How does your child sign up to participate? My mom is working on a registration form [see below]. However, it is not too early to start talking to your friends and getting teams together. Each team will need a name and 3 to 4 players within the same age range (5th-8th grade or 9th-12th grade). This is not just for homeschoolers [parish groups, etc] –anyone in the appropriate age group is welcome. Also, don’t forget to study!

Please let me know if you are interested in helping or have questions.

God bless.
~Veronica

 

The registration form is now ready:  Catholic Quiz Bowl SC 2017 Entry Form

Here’s a poster you can share liberally: Catholic Quiz Bowl SC 2017 poster

A Facebook page and other web presence is in the works, and I’ll update this post when that time comes. Meanwhile, you can share this post with anyone you think would be interested.  Remember that your team can be put together with whomever you like — it’s a good activity for youth groups, religious ed classes, or Catholic schools, but you can also just create your own mishmash team.  If your parish or family or poker club wants to send multiple teams, that’s super.

How to Prep for the Quiz Bowl

Carol writes:

For studying, kids should refer to a good catechism, Bible, Mass Missal, Lives of the Saints, and   Church History.  For some questions to practice with (though ours will be rather less obscure)  you can look at this:  http://traditionallearning.com/rcchallenge/.

I would guess (I haven’t seen the question bank, and won’t) that any flash cards or Catholic trivia games you happen to own would be good for practicing.  Also brush up on your go-to lists (12 Apostles? 10 Commandments? Gifts of the Holy Spirit?), and so forth — the appendices of most religious ed textbooks contain good starting points.

Good luck, and get your entry forms in early so you don’t have to pay the late registration fee.

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Image courtesy of Wikimedia [Public Domain]

The Holy Trinity Unexplained

I think my favorite day of the year might be Trinity Sunday.

It’s not obvious, except that every year it makes me gasp and be happy.  I probably like it better than other feasts because there’s never any obligatory feasting involved, thank goodness for that.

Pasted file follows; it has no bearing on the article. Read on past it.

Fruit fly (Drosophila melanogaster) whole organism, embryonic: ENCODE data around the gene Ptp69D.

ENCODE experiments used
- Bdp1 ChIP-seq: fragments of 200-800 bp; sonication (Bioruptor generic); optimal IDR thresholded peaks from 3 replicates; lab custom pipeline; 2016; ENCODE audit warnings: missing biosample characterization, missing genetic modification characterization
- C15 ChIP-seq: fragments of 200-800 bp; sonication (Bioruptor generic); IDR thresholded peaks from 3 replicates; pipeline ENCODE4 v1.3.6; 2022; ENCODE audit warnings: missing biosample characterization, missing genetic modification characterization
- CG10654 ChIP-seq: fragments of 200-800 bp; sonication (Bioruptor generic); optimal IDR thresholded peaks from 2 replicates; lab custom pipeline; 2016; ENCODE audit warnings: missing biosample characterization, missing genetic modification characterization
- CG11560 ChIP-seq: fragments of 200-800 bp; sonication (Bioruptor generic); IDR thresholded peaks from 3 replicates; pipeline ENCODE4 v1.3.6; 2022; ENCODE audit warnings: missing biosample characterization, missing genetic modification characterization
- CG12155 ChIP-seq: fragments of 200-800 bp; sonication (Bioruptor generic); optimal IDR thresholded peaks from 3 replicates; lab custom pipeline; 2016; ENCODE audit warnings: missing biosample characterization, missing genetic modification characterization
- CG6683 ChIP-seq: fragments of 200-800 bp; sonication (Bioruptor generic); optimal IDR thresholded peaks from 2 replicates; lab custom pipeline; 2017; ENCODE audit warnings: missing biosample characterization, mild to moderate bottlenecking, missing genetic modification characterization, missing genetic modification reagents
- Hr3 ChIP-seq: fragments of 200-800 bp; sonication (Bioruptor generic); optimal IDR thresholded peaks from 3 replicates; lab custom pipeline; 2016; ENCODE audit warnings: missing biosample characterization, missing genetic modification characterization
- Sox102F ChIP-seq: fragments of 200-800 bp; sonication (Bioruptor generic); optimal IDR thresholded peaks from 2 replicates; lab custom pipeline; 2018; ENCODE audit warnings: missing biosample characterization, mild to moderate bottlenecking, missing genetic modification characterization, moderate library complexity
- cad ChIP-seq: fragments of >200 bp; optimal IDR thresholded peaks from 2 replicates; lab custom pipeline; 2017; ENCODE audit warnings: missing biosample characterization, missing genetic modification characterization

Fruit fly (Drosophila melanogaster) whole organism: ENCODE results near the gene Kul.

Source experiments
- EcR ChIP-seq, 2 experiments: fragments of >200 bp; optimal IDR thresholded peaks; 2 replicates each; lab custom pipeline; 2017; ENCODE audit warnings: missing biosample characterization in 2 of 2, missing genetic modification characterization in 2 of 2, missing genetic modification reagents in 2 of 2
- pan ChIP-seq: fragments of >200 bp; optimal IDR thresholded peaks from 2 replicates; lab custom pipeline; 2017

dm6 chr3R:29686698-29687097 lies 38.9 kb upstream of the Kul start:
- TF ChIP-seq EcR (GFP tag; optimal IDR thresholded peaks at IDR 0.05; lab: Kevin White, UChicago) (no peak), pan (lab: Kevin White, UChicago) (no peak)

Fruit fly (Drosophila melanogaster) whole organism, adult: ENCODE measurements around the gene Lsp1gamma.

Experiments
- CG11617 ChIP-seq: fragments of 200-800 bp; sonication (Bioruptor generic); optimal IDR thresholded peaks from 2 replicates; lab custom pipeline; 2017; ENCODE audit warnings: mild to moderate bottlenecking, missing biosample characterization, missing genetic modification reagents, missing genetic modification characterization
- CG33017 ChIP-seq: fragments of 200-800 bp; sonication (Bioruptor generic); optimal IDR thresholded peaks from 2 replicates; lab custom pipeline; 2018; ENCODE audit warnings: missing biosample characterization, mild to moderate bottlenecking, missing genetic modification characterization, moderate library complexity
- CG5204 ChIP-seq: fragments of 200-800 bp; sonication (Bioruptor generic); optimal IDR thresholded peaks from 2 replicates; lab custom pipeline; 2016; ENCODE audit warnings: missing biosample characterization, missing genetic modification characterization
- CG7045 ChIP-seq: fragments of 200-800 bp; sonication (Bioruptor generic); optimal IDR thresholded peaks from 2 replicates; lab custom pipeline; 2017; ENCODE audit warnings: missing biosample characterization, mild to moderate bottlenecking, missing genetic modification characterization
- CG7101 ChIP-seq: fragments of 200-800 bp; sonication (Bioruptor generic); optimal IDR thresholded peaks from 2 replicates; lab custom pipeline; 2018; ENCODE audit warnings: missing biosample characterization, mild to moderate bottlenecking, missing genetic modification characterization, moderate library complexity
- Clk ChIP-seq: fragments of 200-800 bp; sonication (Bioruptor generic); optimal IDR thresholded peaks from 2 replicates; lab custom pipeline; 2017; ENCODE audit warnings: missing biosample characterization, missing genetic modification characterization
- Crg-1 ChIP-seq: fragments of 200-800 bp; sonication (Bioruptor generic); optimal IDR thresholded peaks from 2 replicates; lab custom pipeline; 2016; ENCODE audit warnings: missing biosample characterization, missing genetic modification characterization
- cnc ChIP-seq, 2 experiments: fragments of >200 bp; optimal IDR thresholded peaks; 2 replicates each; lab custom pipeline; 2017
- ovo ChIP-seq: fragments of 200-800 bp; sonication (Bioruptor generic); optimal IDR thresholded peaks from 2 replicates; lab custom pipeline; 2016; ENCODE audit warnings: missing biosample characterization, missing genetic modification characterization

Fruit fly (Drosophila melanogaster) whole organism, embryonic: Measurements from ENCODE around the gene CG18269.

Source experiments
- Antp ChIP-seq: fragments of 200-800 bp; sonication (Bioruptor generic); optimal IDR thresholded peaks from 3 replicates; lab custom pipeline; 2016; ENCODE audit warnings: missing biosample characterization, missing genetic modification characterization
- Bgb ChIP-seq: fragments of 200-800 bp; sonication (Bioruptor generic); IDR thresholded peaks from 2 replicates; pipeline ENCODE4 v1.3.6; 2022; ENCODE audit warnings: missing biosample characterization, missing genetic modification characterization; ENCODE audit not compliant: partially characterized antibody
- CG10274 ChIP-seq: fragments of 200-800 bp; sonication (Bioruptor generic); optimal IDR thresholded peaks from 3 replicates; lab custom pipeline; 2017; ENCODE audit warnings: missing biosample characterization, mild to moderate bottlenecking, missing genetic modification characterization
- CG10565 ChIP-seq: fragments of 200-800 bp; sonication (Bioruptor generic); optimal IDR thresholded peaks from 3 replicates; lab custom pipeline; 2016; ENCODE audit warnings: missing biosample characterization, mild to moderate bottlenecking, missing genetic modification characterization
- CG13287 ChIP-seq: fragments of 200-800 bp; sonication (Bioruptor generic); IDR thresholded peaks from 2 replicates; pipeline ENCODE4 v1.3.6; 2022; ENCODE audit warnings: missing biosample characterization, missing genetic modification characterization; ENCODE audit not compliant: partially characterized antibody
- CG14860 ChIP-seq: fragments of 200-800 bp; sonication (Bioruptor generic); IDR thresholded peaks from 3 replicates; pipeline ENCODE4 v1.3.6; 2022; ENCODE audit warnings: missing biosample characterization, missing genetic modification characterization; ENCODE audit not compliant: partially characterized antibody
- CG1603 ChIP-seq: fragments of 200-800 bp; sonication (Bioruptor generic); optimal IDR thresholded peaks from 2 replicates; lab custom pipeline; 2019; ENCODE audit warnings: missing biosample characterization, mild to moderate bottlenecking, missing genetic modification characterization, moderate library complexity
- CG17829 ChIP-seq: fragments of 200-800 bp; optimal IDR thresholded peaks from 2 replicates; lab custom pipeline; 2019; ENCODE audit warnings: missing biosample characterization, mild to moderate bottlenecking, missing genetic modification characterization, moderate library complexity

I don’t have anything to say about the Trinity.  The Catechism does have some things to say, and those will keep you busy for a while.

Meanwhile, here are some icons of the Holy Trinity.
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Photos taken just after dinner, I guess.

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You get pictures like this to explain the unfathomable if you’re from the mystic eastern lung of the Church; in the west, we prefer bad analogies, of course.  It’s good of the Church to call this Trinity Sunday and not Struggling With Theology Sunday.

But you can have a pretty good feast day if you pick one known true thing about the Holy Trinity and for a few minutes let it sit in your brain unfixed.  This is the thing with mysteries: They are meant to be worked at.  They are meant to be announced and examined and slowly revealed, bit by bit, until in the fullness of time our thirst for understanding is satisfied.

 

Icons via Wikimedia, public domain.

When You Can’t Shut Up About Evangelization & Discipleship

It turns out I have a lot to say on certain topics.

The start of my index of posts on Evangelization and Discipleship is now up here on this blog. I put it together because I happen to need to be reminded of things I kinda know but always forget.

The index is still in progress. I started by going through my posts at NewEvangelizers.com, then went through everything in the “Evangelization” category at my Patheos blog.  There’ll be more later, but for now we’ve got plenty.  The topmost section contains the basics, and I think I’ve managed to find all the posts I definitely wanted for the 101 pile.

Head’s up for the unaware: I can be a bit pointed.  The especially acerbic bits are down at the bottom of the page in a clearly-marked category of their own.  Don’t say you weren’t warned.  

Samaritan womans meets Jesus at the Well, by Annibate Carracci

Artwork: Annibale Carracci [Public domain], via Wikimedia Commons.